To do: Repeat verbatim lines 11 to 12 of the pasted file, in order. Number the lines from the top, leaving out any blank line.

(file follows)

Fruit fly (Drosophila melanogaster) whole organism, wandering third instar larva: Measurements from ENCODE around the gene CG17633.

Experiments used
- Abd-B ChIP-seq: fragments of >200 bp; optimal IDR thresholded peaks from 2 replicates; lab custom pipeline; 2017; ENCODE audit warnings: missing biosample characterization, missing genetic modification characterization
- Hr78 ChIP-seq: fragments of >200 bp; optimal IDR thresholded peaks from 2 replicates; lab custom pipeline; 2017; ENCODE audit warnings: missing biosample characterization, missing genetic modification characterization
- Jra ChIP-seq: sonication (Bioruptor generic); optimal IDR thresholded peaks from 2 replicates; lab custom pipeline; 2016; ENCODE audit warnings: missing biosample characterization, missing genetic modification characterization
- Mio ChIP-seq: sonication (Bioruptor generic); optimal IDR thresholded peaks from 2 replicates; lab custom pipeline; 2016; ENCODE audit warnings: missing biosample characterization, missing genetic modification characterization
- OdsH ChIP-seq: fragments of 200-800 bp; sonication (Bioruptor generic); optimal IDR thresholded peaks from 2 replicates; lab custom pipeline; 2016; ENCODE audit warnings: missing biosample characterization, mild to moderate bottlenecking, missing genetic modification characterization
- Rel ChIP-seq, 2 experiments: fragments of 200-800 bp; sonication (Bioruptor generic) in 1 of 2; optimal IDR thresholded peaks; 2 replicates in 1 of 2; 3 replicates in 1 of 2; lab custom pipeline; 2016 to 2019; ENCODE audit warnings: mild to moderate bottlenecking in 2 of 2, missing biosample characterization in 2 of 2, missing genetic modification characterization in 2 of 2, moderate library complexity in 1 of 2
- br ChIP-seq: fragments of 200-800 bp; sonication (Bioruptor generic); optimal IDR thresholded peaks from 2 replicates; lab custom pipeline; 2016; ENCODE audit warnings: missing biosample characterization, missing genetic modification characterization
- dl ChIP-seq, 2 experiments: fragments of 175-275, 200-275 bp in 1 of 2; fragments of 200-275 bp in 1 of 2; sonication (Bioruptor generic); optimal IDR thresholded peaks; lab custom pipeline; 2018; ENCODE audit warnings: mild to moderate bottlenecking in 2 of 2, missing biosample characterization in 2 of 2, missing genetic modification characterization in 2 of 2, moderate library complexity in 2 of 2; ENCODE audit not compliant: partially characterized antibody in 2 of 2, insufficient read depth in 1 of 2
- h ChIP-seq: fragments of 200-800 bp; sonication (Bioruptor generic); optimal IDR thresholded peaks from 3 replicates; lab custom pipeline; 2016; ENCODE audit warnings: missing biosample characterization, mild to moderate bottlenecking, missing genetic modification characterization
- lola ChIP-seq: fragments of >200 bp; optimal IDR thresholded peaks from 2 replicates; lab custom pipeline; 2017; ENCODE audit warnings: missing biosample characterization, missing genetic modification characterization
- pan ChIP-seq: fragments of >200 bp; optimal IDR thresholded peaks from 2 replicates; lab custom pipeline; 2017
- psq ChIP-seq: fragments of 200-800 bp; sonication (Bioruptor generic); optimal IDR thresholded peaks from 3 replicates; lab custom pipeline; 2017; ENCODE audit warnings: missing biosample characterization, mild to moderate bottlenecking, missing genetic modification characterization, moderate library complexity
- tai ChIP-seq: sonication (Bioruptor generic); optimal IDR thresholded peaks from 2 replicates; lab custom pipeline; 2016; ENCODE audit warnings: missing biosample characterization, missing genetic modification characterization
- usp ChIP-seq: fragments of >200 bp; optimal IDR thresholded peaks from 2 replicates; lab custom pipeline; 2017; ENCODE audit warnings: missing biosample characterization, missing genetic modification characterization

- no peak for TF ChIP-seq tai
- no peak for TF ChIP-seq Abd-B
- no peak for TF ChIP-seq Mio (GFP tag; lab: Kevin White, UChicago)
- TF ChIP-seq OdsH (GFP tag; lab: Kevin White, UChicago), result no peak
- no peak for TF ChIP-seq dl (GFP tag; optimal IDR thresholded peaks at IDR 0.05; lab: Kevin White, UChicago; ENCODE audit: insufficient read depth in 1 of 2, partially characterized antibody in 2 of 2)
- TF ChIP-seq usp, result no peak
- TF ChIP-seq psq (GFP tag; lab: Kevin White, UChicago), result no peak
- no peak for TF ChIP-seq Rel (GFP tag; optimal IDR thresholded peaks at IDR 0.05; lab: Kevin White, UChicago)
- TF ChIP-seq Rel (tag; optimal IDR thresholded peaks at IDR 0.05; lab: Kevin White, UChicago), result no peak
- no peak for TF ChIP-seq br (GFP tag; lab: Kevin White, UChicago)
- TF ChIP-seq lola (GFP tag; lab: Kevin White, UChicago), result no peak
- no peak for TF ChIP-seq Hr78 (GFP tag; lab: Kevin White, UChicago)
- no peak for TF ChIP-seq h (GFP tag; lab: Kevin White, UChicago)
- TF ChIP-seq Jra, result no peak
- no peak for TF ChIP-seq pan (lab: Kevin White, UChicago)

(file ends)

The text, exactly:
- h ChIP-seq: fragments of 200-800 bp; sonication (Bioruptor generic); optimal IDR thresholded peaks from 3 replicates; lab custom pipeline; 2016; ENCODE audit warnings: missing biosample characterization, mild to moderate bottlenecking, missing genetic modification characterization
- lola ChIP-seq: fragments of >200 bp; optimal IDR thresholded peaks from 2 replicates; lab custom pipeline; 2017; ENCODE audit warnings: missing biosample characterization, missing genetic modification characterization